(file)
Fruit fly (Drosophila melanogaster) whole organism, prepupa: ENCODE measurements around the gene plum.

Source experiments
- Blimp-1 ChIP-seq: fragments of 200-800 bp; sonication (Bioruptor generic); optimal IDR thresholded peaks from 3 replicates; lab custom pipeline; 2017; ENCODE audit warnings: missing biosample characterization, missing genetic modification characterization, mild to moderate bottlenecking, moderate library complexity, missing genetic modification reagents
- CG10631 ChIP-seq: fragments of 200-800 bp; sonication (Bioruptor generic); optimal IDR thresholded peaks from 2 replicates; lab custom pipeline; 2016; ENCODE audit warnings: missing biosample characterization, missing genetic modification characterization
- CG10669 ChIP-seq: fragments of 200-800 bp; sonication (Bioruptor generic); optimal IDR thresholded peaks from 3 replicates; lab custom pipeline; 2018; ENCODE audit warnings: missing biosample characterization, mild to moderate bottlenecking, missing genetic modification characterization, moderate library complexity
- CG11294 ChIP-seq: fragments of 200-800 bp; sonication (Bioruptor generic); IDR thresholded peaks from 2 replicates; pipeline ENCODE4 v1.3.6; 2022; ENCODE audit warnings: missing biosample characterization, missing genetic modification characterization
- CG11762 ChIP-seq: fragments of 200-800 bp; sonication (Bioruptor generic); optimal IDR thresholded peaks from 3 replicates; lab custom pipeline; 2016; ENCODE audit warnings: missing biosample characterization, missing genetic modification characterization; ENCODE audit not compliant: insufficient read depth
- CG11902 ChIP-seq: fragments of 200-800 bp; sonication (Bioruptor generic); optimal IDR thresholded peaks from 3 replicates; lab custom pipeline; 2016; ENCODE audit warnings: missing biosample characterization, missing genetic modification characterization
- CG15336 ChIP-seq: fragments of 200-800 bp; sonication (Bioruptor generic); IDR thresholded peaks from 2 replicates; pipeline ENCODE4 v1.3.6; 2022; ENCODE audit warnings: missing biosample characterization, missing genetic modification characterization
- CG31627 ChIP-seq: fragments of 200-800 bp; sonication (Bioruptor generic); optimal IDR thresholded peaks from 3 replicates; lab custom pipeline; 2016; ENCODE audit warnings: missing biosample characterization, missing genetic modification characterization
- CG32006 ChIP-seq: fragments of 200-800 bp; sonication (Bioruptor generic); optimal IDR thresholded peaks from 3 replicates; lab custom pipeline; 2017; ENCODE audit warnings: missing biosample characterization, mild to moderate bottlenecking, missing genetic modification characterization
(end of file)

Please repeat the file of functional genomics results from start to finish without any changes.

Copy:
Fruit fly (Drosophila melanogaster) whole organism, prepupa: ENCODE measurements around the gene plum.

Source experiments
- Blimp-1 ChIP-seq: fragments of 200-800 bp; sonication (Bioruptor generic); optimal IDR thresholded peaks from 3 replicates; lab custom pipeline; 2017; ENCODE audit warnings: missing biosample characterization, missing genetic modification characterization, mild to moderate bottlenecking, moderate library complexity, missing genetic modification reagents
- CG10631 ChIP-seq: fragments of 200-800 bp; sonication (Bioruptor generic); optimal IDR thresholded peaks from 2 replicates; lab custom pipeline; 2016; ENCODE audit warnings: missing biosample characterization, missing genetic modification characterization
- CG10669 ChIP-seq: fragments of 200-800 bp; sonication (Bioruptor generic); optimal IDR thresholded peaks from 3 replicates; lab custom pipeline; 2018; ENCODE audit warnings: missing biosample characterization, mild to moderate bottlenecking, missing genetic modification characterization, moderate library complexity
- CG11294 ChIP-seq: fragments of 200-800 bp; sonication (Bioruptor generic); IDR thresholded peaks from 2 replicates; pipeline ENCODE4 v1.3.6; 2022; ENCODE audit warnings: missing biosample characterization, missing genetic modification characterization
- CG11762 ChIP-seq: fragments of 200-800 bp; sonication (Bioruptor generic); optimal IDR thresholded peaks from 3 replicates; lab custom pipeline; 2016; ENCODE audit warnings: missing biosample characterization, missing genetic modification characterization; ENCODE audit not compliant: insufficient read depth
- CG11902 ChIP-seq: fragments of 200-800 bp; sonication (Bioruptor generic); optimal IDR thresholded peaks from 3 replicates; lab custom pipeline; 2016; ENCODE audit warnings: missing biosample characterization, missing genetic modification characterization
- CG15336 ChIP-seq: fragments of 200-800 bp; sonication (Bioruptor generic); IDR thresholded peaks from 2 replicates; pipeline ENCODE4 v1.3.6; 2022; ENCODE audit warnings: missing biosample characterization, missing genetic modification characterization
- CG31627 ChIP-seq: fragments of 200-800 bp; sonication (Bioruptor generic); optimal IDR thresholded peaks from 3 replicates; lab custom pipeline; 2016; ENCODE audit warnings: missing biosample characterization, missing genetic modification characterization
- CG32006 ChIP-seq: fragments of 200-800 bp; sonication (Bioruptor generic); optimal IDR thresholded peaks from 3 replicates; lab custom pipeline; 2017; ENCODE audit warnings: missing biosample characterization, mild to moderate bottlenecking, missing genetic modification characterization